Naturally, he succeeds. If you consider that a spoiler, I have some news for you about holiday films.

Kevin is, without a doubt, a Sue of the highest degree. His annoying behavior is presented as endearing as he deals with a family that just doesn’t understand him. In both films, his family is shown to be either outright nasty towards him via big brother Buzz or rude Uncle Frank, or vaguely neglectful via his put-upon mother, Kate, who is trying to manage a houseful of family.

Despite the fact that Kevin is shown to be fairly useless at times—he’s a second grader, yes, but he doesn’t know how to pack a suitcase?—and frustratingly precocious at others, his annoyingness is shown to be a cutesy trait based on the behavior of his family.

Once he’s on his own, Kevin never falls apart or really freaks out. Instead, he just powers on merrily, happy to be free of his family. He sneaks his way into the Plaza Hotel in Lost in New York and manages to score a limo ride around the city. I don’t know about you all, but while I was a pretty big smartass when I was in elementary school, I definitely couldn’t hack my way into a major hotel with my dad’s stolen credit card. That takes some serious Sue skill.

And then there’s his ability to outwit the Wet Bandits. Sure, Harry and Marv are not the brightest bulbs on the Christmas tree, but Kevin outwits them with a series of traps that require way more time and attention than a child usually possesses. He literally blows Harry’s hat up in Lost In New York, and let’s not talk about the tar and nail trick, plus that tarantula, in the first film. Seriously, the boy couldn’t be more of a Mary Sue than if his favorite fictional characters showed up and told him how great he was.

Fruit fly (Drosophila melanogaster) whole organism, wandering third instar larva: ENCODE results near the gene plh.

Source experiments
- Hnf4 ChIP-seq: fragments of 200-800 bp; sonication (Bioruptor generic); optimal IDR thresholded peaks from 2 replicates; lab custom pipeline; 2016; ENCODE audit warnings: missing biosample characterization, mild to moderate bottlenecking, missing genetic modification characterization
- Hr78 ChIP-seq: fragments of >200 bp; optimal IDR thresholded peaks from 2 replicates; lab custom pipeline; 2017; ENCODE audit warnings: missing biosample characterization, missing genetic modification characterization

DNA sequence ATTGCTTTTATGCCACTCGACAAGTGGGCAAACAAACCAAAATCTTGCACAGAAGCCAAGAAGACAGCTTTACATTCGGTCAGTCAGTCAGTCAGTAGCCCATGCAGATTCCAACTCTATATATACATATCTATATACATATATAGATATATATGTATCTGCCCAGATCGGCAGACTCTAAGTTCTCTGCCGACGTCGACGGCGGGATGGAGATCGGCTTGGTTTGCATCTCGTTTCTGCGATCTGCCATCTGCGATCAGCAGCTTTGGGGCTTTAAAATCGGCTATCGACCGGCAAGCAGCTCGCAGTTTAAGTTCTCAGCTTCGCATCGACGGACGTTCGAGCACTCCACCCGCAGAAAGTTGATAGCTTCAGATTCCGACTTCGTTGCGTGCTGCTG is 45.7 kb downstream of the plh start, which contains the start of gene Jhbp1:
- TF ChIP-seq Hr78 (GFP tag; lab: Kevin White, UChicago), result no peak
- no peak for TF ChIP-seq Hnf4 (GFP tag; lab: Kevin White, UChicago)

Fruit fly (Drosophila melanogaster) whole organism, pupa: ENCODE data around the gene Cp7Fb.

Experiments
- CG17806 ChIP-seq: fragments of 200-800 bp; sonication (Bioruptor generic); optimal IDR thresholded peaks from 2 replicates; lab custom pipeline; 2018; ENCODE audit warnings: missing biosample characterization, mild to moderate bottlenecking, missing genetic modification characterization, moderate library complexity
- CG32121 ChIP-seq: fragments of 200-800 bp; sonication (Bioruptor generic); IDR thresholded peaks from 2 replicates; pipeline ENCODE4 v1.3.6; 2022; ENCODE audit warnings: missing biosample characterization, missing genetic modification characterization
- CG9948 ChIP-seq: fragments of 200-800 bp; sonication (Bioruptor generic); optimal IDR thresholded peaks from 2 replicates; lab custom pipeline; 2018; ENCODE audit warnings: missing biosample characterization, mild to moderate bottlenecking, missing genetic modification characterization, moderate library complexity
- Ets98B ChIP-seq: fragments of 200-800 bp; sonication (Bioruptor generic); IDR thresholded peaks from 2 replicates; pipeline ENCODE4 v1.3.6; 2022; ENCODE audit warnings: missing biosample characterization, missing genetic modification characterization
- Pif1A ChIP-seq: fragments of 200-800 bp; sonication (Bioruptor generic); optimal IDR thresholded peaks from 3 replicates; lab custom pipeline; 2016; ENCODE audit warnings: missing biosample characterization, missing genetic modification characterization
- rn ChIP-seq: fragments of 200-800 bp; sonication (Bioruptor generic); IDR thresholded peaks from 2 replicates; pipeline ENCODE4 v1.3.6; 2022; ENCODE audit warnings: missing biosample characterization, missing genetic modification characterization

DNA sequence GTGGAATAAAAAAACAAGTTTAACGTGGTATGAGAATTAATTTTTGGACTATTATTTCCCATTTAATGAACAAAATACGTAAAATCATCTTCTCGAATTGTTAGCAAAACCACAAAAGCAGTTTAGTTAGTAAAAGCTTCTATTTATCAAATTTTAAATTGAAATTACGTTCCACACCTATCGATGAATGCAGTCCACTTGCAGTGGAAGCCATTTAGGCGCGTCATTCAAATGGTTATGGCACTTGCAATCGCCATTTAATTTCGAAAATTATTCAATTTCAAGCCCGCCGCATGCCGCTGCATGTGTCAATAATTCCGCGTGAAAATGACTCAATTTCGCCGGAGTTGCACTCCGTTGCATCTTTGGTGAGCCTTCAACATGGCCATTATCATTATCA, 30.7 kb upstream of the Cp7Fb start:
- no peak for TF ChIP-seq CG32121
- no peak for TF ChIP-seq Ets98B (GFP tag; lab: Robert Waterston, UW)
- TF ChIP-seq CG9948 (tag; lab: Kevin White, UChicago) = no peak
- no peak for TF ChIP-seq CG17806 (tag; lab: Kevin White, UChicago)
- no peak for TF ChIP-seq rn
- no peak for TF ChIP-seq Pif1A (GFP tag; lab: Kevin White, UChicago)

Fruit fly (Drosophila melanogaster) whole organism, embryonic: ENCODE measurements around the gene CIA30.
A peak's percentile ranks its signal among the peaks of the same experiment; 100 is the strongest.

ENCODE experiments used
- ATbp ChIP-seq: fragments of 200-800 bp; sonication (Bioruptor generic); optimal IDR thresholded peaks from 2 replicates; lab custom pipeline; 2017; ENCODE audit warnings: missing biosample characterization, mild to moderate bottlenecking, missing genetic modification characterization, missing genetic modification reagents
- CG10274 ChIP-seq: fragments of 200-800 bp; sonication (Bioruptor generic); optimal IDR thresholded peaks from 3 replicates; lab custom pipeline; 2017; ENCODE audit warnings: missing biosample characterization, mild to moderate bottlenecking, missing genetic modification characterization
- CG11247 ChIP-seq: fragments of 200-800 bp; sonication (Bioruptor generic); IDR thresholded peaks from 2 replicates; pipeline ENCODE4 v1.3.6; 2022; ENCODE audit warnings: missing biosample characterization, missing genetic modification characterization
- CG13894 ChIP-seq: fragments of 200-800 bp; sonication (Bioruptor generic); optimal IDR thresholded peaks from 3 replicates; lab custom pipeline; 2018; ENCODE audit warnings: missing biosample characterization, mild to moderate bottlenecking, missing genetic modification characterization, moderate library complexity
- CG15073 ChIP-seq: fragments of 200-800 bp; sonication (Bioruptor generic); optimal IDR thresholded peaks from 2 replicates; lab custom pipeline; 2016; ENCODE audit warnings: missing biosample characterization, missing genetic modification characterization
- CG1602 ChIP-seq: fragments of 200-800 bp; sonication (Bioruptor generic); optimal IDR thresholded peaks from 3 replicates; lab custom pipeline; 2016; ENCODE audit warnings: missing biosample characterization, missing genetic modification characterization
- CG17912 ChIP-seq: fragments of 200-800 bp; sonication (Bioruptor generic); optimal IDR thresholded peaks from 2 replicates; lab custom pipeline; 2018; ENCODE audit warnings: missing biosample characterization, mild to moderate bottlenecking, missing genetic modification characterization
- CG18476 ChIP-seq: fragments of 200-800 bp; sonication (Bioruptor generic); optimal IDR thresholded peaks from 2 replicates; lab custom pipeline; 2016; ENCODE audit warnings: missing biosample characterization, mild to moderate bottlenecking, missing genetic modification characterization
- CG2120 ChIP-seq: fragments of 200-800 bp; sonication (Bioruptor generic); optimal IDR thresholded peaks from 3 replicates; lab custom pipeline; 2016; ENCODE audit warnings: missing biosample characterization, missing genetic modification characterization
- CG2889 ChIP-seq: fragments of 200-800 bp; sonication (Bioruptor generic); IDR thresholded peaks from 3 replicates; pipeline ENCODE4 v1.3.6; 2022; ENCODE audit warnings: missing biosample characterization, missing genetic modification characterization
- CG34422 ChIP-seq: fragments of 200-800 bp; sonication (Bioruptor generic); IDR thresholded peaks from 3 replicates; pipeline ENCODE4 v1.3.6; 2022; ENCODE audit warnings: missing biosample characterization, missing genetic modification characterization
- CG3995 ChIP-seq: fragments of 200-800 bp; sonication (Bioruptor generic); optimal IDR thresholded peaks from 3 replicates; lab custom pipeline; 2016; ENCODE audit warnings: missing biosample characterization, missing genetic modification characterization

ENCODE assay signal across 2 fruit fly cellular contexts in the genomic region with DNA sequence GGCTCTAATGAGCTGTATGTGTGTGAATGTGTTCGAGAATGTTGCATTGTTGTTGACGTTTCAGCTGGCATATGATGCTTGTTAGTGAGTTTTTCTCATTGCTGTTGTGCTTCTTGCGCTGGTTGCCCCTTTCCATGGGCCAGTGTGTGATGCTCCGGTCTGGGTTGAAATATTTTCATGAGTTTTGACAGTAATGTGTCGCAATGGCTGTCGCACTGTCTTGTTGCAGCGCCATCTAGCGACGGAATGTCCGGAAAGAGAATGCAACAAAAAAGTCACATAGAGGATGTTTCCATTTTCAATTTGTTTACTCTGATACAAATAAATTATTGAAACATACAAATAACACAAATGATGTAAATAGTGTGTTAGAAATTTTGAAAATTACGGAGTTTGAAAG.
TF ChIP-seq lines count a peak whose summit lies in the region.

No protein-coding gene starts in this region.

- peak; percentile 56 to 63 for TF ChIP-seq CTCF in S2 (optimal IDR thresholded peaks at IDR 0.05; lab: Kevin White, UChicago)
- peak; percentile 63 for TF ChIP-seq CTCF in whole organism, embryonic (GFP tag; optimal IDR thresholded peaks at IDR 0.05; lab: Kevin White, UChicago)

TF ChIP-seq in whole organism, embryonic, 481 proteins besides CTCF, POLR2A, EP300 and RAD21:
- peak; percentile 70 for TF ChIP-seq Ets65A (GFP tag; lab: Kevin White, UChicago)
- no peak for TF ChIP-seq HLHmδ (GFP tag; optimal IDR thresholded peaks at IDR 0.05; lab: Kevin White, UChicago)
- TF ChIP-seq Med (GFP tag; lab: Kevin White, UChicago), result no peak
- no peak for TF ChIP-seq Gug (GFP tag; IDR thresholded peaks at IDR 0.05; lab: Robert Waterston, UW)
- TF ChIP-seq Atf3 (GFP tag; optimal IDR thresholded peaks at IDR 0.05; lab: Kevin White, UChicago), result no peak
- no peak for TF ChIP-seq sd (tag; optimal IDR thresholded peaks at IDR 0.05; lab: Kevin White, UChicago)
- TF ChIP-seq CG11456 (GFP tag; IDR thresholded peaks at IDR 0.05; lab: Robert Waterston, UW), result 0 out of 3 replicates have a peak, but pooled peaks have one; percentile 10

Kevin also has a softer side, in which he endearingly brightens up the lives of two scary adults who frighten him at first, but reveal themselves to be as lonely as he is. In the first film, it’s Marley, who Buzz says is a murderer but who’s really just a lonely old man who wants to connect with his son. In the sequel, it’s the Pigeon Lady, who has no family and just wants someone to remember her.

Both are heartwarming scenes that show that everyone, except for the villains, really does love Kevin.

This is all not to say that Kevin is a trash character, or the films are worthless. I personally love them, and they’re essential holiday viewing, but as we enter the infinite cycles of referring to women as Mary Sues, it’s important to reflect on the male characters who are equally Sue-esque. We love a good male hero, but if a woman dares to have the same vague narrative ease that they have, suddenly she’s a Sue, and that’s just not fair.

Kevin is one of the OG Mary Sues, and we have to accept that as part of holiday tradition. It’s more fun to embrace his Sue-ness and celebrate that precocious little fellow that way than it is to just say he’s anything but. So, ring in the holidays with your favorite Mary Sue this year.

(image: 20th Century Fox)

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Here’s How Fox News & the White House Are Desperately Trying to Spin Flynn’s Hearing